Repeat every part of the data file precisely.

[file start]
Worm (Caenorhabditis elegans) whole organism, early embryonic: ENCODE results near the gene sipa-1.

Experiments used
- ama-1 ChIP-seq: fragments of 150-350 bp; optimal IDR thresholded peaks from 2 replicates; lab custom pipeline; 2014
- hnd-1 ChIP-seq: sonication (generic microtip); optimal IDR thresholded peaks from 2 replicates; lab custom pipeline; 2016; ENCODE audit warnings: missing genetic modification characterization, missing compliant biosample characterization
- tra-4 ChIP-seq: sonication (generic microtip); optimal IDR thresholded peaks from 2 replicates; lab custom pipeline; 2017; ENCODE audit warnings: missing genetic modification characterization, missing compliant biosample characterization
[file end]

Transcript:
Worm (Caenorhabditis elegans) whole organism, early embryonic: ENCODE results near the gene sipa-1.

Experiments used
- ama-1 ChIP-seq: fragments of 150-350 bp; optimal IDR thresholded peaks from 2 replicates; lab custom pipeline; 2014
- hnd-1 ChIP-seq: sonication (generic microtip); optimal IDR thresholded peaks from 2 replicates; lab custom pipeline; 2016; ENCODE audit warnings: missing genetic modification characterization, missing compliant biosample characterization
- tra-4 ChIP-seq: sonication (generic microtip); optimal IDR thresholded peaks from 2 replicates; lab custom pipeline; 2017; ENCODE audit warnings: missing genetic modification characterization, missing compliant biosample characterization